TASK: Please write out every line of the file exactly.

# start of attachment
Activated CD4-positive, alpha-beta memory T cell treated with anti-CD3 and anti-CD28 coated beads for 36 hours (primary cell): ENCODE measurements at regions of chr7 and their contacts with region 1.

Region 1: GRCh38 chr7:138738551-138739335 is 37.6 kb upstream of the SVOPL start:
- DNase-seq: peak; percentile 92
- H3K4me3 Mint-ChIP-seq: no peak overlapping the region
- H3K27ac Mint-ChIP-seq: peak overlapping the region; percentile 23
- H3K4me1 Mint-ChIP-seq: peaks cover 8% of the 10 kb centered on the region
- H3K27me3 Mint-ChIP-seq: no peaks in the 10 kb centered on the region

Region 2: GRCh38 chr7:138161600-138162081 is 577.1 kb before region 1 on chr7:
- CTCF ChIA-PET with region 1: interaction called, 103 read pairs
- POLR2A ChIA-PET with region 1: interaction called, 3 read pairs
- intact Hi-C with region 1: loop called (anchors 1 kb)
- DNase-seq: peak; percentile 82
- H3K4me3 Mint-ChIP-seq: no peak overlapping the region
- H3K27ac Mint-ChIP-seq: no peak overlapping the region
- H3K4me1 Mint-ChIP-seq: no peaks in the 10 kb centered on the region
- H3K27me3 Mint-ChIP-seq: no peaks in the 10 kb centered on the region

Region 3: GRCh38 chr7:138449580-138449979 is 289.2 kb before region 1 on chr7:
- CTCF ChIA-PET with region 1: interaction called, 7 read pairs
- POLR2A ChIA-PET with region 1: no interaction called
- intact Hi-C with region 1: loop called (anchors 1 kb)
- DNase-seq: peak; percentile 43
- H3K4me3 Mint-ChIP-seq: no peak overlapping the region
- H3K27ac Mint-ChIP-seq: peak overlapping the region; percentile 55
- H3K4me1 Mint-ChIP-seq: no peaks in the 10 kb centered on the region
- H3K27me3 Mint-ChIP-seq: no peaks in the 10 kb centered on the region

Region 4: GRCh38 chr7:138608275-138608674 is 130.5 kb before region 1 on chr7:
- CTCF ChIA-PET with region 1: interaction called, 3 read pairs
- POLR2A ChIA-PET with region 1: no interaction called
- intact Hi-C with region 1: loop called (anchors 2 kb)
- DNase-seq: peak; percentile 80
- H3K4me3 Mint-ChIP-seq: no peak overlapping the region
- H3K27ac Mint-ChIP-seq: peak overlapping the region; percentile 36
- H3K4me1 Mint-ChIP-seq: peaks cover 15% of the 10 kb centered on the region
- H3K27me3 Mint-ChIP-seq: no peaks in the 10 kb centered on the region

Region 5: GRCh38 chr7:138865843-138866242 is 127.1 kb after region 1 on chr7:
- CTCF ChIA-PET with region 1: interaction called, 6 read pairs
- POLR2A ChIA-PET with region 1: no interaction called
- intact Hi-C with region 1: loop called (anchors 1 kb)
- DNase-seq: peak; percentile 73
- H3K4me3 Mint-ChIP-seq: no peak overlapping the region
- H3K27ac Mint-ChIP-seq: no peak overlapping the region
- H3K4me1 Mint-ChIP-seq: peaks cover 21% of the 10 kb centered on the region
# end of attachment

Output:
Activated CD4-positive, alpha-beta memory T cell treated with anti-CD3 and anti-CD28 coated beads for 36 hours (primary cell): ENCODE measurements at regions of chr7 and their contacts with region 1.

Region 1: GRCh38 chr7:138738551-138739335 is 37.6 kb upstream of the SVOPL start:
- DNase-seq: peak; percentile 92
- H3K4me3 Mint-ChIP-seq: no peak overlapping the region
- H3K27ac Mint-ChIP-seq: peak overlapping the region; percentile 23
- H3K4me1 Mint-ChIP-seq: peaks cover 8% of the 10 kb centered on the region
- H3K27me3 Mint-ChIP-seq: no peaks in the 10 kb centered on the region

Region 2: GRCh38 chr7:138161600-138162081 is 577.1 kb before region 1 on chr7:
- CTCF ChIA-PET with region 1: interaction called, 103 read pairs
- POLR2A ChIA-PET with region 1: interaction called, 3 read pairs
- intact Hi-C with region 1: loop called (anchors 1 kb)
- DNase-seq: peak; percentile 82
- H3K4me3 Mint-ChIP-seq: no peak overlapping the region
- H3K27ac Mint-ChIP-seq: no peak overlapping the region
- H3K4me1 Mint-ChIP-seq: no peaks in the 10 kb centered on the region
- H3K27me3 Mint-ChIP-seq: no peaks in the 10 kb centered on the region

Region 3: GRCh38 chr7:138449580-138449979 is 289.2 kb before region 1 on chr7:
- CTCF ChIA-PET with region 1: interaction called, 7 read pairs
- POLR2A ChIA-PET with region 1: no interaction called
- intact Hi-C with region 1: loop called (anchors 1 kb)
- DNase-seq: peak; percentile 43
- H3K4me3 Mint-ChIP-seq: no peak overlapping the region
- H3K27ac Mint-ChIP-seq: peak overlapping the region; percentile 55
- H3K4me1 Mint-ChIP-seq: no peaks in the 10 kb centered on the region
- H3K27me3 Mint-ChIP-seq: no peaks in the 10 kb centered on the region

Region 4: GRCh38 chr7:138608275-138608674 is 130.5 kb before region 1 on chr7:
- CTCF ChIA-PET with region 1: interaction called, 3 read pairs
- POLR2A ChIA-PET with region 1: no interaction called
- intact Hi-C with region 1: loop called (anchors 2 kb)
- DNase-seq: peak; percentile 80
- H3K4me3 Mint-ChIP-seq: no peak overlapping the region
- H3K27ac Mint-ChIP-seq: peak overlapping the region; percentile 36
- H3K4me1 Mint-ChIP-seq: peaks cover 15% of the 10 kb centered on the region
- H3K27me3 Mint-ChIP-seq: no peaks in the 10 kb centered on the region

Region 5: GRCh38 chr7:138865843-138866242 is 127.1 kb after region 1 on chr7:
- CTCF ChIA-PET with region 1: interaction called, 6 read pairs
- POLR2A ChIA-PET with region 1: no interaction called
- intact Hi-C with region 1: loop called (anchors 1 kb)
- DNase-seq: peak; percentile 73
- H3K4me3 Mint-ChIP-seq: no peak overlapping the region
- H3K27ac Mint-ChIP-seq: no peak overlapping the region
- H3K4me1 Mint-ChIP-seq: peaks cover 21% of the 10 kb centered on the region